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Credible Commitment or Paternalism? The Case of Unamendability

  • Stephan MichelEmail author
  • Ignacio N. Cofone
Chapter
Part of the Ius Gentium: Comparative Perspectives on Law and Justice book series (IUSGENT, volume 68)

Abstract

Constitutions have seen an increasing number of unamendable provisions over the last decades. We look at the functional value of unamendable provisions as commitment devices, as they are often described, and present a new theory based on unamendability as drafters’ paternalism. We find unamendable provisions to be undesirable commitment devices. The key problems that limit unamendable provisions’ desirability relate to preference changes over time and the risk of abuse by self-interested drafters. These problems can be more generally seen as risks of strong entrenchment. We then provide a new, functional perspective for unamendable provisions under a framework of paternalistic policies. In so doing, we take an incentive-based perspective of drafters, which stands in stark contrast to the assumption of drafters losing their self-interest during constitutional moments.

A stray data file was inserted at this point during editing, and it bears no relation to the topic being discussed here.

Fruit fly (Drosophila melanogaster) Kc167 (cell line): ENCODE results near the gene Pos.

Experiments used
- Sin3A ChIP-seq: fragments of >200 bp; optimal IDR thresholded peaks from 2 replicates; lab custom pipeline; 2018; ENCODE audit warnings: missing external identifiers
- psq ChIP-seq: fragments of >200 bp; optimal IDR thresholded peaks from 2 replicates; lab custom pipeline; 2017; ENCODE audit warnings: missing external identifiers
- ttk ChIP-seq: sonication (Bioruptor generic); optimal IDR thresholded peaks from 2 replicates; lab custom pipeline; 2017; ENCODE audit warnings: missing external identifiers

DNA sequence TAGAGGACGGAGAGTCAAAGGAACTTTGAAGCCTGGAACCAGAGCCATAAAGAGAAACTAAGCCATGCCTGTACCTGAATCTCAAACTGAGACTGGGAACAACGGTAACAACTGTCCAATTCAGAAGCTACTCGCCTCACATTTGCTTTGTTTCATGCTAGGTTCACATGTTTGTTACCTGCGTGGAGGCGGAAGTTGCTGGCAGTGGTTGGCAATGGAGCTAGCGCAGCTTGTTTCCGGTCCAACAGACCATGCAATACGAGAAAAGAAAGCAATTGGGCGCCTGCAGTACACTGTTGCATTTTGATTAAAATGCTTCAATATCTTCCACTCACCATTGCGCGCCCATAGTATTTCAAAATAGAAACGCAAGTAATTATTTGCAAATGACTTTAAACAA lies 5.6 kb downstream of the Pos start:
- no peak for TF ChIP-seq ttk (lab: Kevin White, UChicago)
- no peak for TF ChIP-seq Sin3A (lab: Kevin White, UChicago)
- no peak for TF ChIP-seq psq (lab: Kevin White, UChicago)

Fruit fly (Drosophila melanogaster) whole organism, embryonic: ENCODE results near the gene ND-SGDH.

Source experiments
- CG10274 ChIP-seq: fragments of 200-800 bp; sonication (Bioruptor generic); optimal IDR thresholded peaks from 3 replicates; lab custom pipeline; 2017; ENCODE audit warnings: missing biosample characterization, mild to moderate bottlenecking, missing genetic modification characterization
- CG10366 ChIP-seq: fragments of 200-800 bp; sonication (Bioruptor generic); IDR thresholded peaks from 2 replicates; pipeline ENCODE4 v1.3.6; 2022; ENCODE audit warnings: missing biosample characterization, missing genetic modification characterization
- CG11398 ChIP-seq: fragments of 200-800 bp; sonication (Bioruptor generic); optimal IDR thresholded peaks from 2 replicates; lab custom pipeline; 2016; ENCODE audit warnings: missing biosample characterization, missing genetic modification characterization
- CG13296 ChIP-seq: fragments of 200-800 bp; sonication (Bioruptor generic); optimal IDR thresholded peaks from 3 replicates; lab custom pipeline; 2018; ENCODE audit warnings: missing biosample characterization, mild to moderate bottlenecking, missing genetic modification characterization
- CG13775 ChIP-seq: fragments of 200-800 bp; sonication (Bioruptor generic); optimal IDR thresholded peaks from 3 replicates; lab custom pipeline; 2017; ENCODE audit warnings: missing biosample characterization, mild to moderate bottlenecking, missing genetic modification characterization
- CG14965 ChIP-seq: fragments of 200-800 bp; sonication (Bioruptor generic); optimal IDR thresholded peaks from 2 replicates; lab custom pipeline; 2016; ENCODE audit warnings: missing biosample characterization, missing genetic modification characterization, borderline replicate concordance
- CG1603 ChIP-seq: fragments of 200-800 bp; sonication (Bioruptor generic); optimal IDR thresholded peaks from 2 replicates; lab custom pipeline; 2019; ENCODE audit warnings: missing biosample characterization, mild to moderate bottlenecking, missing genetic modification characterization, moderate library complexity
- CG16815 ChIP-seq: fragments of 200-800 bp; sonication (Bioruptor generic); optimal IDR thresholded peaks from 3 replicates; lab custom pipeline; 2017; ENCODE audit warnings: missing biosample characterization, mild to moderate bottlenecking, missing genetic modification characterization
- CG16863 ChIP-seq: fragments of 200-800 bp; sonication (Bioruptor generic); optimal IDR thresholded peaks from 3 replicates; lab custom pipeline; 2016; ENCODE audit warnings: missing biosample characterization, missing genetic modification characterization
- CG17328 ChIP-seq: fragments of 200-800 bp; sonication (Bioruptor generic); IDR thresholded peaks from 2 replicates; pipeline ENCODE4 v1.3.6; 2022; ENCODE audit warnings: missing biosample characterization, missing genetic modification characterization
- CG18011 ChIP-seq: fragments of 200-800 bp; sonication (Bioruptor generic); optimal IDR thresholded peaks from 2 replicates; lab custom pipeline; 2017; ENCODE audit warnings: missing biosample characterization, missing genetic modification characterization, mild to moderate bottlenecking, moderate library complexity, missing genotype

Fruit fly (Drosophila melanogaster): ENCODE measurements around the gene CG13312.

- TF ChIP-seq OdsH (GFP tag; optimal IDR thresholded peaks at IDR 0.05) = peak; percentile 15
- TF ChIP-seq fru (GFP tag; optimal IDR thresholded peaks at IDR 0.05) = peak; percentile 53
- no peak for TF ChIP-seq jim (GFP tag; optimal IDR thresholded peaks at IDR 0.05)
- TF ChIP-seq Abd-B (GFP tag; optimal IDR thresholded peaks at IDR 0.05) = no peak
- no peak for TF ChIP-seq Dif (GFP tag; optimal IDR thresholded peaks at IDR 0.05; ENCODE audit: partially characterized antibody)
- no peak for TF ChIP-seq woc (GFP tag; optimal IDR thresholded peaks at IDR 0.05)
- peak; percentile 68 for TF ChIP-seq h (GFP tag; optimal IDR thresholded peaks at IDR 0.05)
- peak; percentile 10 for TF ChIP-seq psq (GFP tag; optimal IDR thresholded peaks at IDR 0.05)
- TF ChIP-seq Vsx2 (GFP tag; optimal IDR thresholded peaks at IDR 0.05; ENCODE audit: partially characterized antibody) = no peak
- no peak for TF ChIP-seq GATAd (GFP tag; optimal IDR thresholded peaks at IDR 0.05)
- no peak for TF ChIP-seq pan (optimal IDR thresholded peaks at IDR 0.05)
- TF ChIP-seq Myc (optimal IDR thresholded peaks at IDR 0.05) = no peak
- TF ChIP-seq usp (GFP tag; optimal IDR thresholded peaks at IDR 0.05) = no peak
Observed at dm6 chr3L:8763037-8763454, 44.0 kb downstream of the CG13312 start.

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Copyright information

© Springer International Publishing AG, part of Springer Nature 2018

Authors and Affiliations

  1. 1.Institute of Law and Economics, University of HamburgHamburgGermany
  2. 2.McGill University Faculty of LawMontrealCanada

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